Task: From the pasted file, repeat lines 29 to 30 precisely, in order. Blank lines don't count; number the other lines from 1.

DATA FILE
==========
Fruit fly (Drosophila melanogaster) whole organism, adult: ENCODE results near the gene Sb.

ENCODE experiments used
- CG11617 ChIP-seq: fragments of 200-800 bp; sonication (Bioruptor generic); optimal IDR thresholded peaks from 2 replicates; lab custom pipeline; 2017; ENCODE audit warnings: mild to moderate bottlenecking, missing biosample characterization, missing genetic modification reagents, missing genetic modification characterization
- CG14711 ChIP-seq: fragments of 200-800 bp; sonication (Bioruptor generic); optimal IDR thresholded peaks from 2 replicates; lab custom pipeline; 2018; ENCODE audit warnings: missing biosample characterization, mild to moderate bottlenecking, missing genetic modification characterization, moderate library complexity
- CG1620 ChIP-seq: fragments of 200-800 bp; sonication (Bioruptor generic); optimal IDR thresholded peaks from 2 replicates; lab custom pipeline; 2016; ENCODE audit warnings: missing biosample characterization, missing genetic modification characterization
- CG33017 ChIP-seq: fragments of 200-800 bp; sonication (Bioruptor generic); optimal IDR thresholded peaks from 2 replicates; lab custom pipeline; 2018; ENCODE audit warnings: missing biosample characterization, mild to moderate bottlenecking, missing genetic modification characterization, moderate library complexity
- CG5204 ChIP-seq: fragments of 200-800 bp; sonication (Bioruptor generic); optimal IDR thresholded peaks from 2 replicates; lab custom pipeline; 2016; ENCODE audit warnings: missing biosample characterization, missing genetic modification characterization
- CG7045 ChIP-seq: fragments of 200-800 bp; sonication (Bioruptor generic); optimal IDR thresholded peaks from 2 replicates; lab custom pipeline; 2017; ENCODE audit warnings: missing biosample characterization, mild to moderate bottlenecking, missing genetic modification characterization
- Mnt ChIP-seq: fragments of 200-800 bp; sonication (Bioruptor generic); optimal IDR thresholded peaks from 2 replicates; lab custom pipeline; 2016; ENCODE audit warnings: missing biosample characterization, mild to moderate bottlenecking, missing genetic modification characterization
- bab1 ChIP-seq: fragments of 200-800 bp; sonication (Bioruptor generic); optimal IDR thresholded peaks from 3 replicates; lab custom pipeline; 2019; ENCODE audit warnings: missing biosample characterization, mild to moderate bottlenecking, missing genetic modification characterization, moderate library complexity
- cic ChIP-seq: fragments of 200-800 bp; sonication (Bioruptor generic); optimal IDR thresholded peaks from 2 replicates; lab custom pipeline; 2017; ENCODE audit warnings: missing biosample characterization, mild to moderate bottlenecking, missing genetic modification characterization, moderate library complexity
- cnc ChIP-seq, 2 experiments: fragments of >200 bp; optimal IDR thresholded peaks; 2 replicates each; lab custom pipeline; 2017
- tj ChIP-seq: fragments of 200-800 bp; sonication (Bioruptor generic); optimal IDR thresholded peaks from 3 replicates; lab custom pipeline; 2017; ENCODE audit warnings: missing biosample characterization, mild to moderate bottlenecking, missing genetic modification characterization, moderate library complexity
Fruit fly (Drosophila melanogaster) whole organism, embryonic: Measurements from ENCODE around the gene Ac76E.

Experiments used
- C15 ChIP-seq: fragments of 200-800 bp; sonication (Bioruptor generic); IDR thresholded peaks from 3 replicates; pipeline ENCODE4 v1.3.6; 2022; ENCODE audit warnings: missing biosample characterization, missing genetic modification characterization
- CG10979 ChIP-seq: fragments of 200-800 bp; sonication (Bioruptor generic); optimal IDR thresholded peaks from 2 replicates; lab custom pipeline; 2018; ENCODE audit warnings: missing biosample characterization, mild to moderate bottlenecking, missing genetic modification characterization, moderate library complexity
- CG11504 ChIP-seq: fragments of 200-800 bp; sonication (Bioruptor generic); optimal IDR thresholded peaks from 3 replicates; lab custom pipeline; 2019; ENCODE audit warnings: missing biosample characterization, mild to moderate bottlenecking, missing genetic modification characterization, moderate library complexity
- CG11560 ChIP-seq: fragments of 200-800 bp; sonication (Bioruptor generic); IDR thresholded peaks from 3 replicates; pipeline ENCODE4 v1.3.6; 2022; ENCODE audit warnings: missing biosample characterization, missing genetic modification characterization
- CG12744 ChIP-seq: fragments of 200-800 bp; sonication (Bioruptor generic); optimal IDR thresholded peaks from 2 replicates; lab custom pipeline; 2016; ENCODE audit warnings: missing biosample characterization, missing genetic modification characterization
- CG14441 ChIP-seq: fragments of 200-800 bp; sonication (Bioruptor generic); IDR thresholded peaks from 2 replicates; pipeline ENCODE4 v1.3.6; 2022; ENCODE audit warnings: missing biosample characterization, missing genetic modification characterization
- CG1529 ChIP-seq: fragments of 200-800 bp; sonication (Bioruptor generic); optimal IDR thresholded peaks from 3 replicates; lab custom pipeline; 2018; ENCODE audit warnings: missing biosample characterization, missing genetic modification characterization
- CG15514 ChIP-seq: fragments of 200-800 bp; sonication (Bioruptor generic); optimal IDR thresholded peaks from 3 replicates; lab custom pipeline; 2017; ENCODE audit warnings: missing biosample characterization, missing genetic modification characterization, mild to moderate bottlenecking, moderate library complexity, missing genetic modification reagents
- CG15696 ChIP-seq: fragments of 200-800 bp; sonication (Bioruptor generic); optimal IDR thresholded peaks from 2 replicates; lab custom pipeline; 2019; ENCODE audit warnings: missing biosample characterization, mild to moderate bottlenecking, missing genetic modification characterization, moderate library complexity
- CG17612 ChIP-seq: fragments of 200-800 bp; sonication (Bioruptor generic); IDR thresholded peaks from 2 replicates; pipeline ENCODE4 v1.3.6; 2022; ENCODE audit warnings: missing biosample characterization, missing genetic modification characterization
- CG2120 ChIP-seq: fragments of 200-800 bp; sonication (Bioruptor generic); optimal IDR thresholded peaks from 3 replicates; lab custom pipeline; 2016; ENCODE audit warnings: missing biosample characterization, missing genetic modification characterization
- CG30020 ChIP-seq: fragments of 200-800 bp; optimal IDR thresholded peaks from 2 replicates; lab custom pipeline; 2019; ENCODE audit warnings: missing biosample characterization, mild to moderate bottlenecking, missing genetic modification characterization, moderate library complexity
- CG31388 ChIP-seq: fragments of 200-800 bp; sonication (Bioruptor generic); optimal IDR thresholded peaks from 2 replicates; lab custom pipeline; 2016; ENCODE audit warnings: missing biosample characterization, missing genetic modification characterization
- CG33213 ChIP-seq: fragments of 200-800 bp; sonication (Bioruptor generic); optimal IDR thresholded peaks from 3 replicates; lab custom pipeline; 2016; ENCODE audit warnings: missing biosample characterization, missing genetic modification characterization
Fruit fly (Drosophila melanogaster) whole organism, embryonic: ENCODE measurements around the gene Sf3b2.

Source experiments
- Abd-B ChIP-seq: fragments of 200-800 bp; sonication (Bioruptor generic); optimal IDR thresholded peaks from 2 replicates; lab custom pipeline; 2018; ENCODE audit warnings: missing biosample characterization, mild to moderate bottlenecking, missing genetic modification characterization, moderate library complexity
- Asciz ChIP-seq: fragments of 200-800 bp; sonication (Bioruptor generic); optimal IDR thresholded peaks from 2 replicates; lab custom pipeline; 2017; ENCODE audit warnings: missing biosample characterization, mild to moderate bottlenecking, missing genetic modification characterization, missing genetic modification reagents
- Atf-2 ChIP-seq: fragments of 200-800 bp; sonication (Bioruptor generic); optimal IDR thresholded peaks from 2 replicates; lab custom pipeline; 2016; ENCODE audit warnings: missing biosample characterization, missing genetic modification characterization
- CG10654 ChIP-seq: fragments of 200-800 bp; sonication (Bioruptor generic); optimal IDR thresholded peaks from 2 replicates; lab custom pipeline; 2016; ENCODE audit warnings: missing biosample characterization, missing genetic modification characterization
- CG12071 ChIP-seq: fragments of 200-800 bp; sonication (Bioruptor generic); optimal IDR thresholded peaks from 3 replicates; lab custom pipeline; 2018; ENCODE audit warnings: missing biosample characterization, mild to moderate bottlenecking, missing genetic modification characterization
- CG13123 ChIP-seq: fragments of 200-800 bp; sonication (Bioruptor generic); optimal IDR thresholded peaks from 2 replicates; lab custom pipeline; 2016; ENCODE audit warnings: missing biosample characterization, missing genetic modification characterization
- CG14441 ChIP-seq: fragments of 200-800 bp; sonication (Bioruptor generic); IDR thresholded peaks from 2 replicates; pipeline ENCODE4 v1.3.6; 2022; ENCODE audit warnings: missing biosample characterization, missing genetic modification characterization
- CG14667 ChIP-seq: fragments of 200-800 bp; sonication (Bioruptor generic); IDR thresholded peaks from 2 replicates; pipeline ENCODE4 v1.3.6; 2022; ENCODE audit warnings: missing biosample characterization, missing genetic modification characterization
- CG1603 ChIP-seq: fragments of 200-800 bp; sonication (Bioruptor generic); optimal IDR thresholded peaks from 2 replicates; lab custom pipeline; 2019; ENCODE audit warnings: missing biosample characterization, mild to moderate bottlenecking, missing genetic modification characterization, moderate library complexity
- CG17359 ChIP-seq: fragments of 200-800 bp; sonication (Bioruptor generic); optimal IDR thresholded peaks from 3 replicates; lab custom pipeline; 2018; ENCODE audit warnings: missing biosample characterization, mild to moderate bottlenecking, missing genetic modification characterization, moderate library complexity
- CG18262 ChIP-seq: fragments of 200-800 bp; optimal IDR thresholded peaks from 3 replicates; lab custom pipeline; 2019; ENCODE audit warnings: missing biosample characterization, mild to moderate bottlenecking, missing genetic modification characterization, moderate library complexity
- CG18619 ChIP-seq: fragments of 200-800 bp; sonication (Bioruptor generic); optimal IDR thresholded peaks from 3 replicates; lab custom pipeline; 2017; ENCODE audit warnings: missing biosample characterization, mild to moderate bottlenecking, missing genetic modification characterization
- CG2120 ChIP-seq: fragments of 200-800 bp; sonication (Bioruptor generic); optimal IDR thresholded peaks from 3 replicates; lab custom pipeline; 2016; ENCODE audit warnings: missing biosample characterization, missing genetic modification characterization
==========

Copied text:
- CG33213 ChIP-seq: fragments of 200-800 bp; sonication (Bioruptor generic); optimal IDR thresholded peaks from 3 replicates; lab custom pipeline; 2016; ENCODE audit warnings: missing biosample characterization, missing genetic modification characterization
Fruit fly (Drosophila melanogaster) whole organism, embryonic: ENCODE measurements around the gene Sf3b2.